She moved to America in the 1950s and became an important part of the avant-garde movement in New York. She was very productive over the next decade but because of widespread sexism in the art world, she struggled to gain widespread recognition and success. Kusama also had to watch some male artists get success and acclaim from copying her ideas – including Andy Warhol! Understandably, this was extremely frustrating and depressing for Kusama, and she moved back to Japan and didn’t make any new art for several years.

But in the late 1970’s she returned to making art from her new home in a hospital in Japan. Then in 1989 a very important exhibition looking back at her work and her huge influence on other artists was held in New York at the Center for International Contemporary Arts, organised by curator Alexandra Munroe which helped to bring Yayoi Kusama’s work back into the spotlight.


Yayoi Kusama at work in her studio, in front of her painting The Moving Moment When I Went to the Universe. Photograph: Yayoi Kusama Studio

Now, Yayoi Kusama she is now the world’s biggest-selling female artist, her work is instantly recognisable worldwide, and an entire museum dedicated to her art opened in Tokyo in 2017! And she still uses DOTS!

Singapore Biennale on Orchard Road, Singapore August 2006, by Sengkang used under Creative Commons

GTG Workshops are funded by Community Foundation NI.

GTG Workshop: Origami Bear with Paul Mulgrew!


In today’s bear-illiant new workshop, artist Paul Mulgrew shows you how to design, draw, create and colour your very own smiling Origami Bear!

WHAT YOU NEED:

  • One square sheet of white paper. (Plus one extra scrap sheet to protect the table.)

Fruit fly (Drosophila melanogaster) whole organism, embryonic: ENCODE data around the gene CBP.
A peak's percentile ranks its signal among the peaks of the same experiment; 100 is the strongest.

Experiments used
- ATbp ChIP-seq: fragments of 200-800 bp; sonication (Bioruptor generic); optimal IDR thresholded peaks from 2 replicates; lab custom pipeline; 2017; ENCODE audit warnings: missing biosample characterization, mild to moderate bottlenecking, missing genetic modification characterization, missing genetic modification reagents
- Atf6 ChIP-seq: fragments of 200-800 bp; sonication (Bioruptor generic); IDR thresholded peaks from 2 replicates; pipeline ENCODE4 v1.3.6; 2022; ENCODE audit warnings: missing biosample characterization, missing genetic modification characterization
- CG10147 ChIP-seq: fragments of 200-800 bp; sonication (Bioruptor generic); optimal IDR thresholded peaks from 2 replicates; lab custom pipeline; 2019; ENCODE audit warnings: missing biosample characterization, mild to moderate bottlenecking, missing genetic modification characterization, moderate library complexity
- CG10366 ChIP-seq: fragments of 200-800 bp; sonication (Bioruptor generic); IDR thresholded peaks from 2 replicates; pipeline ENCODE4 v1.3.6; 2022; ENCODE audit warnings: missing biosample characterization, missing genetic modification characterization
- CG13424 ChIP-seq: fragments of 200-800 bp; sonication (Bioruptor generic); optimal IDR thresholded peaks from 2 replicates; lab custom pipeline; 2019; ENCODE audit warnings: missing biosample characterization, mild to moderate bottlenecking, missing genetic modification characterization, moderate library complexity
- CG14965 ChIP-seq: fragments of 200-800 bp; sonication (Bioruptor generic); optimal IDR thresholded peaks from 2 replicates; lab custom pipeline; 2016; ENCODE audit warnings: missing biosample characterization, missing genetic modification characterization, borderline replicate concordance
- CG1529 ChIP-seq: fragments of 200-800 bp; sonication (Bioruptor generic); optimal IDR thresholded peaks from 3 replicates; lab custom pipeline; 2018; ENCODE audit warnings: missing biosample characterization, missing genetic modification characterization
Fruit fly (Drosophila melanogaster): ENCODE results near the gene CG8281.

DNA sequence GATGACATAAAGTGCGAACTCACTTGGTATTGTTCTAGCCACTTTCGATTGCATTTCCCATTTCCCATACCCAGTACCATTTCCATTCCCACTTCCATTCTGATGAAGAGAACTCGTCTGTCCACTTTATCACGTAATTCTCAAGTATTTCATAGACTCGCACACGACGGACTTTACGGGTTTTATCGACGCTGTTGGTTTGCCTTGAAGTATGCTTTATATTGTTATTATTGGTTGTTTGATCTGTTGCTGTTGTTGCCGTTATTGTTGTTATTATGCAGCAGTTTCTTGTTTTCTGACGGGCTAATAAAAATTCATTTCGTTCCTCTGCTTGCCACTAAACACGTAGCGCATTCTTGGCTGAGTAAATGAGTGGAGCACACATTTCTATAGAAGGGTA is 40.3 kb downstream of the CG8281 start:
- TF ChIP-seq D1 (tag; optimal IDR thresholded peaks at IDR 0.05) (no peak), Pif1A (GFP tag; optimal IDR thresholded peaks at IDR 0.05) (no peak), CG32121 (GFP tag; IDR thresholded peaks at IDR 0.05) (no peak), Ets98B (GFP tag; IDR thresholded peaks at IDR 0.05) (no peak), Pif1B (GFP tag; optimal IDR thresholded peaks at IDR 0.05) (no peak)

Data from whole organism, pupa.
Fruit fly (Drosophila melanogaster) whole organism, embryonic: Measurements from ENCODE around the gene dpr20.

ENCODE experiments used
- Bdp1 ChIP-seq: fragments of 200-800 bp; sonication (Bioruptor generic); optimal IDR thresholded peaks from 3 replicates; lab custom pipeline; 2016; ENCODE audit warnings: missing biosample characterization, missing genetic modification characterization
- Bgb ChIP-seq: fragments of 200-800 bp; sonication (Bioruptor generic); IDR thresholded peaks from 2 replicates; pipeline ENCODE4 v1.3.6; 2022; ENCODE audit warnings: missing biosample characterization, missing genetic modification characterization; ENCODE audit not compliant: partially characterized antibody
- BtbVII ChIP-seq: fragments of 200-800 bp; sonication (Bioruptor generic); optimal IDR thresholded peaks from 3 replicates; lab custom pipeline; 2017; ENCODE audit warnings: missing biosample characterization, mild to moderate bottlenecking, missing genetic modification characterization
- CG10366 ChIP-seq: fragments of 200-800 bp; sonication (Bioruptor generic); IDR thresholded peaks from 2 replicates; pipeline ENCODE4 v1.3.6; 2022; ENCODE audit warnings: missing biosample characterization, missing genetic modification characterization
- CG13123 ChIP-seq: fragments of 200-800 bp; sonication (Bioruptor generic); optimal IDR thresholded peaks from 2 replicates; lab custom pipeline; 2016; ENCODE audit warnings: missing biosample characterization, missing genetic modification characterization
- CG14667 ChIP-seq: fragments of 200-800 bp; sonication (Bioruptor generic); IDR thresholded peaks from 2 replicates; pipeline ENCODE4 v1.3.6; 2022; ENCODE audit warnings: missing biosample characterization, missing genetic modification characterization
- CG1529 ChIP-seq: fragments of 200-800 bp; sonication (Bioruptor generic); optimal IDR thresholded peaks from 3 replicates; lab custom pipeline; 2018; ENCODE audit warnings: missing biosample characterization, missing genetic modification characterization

• Crayons: Brown, Red, Black.
  • One black marker.

Origami is the traditional Japanese art of creating mini-sculptures by folding a flat, square sheet of paper – no scissors or glue required. The crane is one of the most famous designs, and one of the oldest known books about origami from 1797, called Hiden senbazuru origata (The Secret of Folding 1,000 Paper Cranes), contains instructions for making 49 different kinds of crane.

But origami is still being taken to new levels by contemporary artists – like this incredible life-size elephant created by artist Sipho Mabona from a single sheet of paper!


Or these elaborate paper sculptures designed using computational origami created by Professor Jun Mitani.


So, you can see that once you master the basics with our Origami Bear, the potential for new ideas from a historic tradition is vast and exciting.

Have fun folding, and please send us pictures of your creations!


Funded by Community Foundation NI

GTG Workshop: Draw Pizza Steve with Paul Mulgrew


Today’s brand new workshop will show you how to draw and colour in a fun cartoon character called Pizza Steve!

Belfast based artist and designer Paul Mulgrew works in digital media, creative writing, print and film, including the wonderful short film Zipper which has been selected for screening at the Raindance Film Festival 2020.



WHAT YOU NEED FOR PIZZA STEVE:

• One sheet of white paper.
• Crayons: Orange, Red, Black, Dark Yellow, Yellow.
• One black marker.

You can download the worksheet with full instructions here!


GTG Workshops are funded by Community Foundation NI.

GTG Workshop: Open Processing with Robin Price


In part 2 of his workshops on using computer coding to get creative, Robin Price takes us through how open processing works.

Once you have the basics of this down, the potential for making all kids of new art is really boundless!



Robin uses technology to create music and soundscapes as well as visual art, and to push the boundaries of our ideas about what different technologies can do. What do you think our machines and devices could do that would be new and different? Send us your pictures and ideas!


GTG Workshops are funded by the Community Foundation NI

GTG FLASHBACK: SPLATTERED!


In August 2008 the Golden Thread Gallery hosted a ground-breaking participatory art project called Splattered. The project showcased range of contemporary urban artforms, with events run by the Trans Urban Arts Academy and aimed to encourage innovative crossovers between street art and more established forms of contemporary visual culture.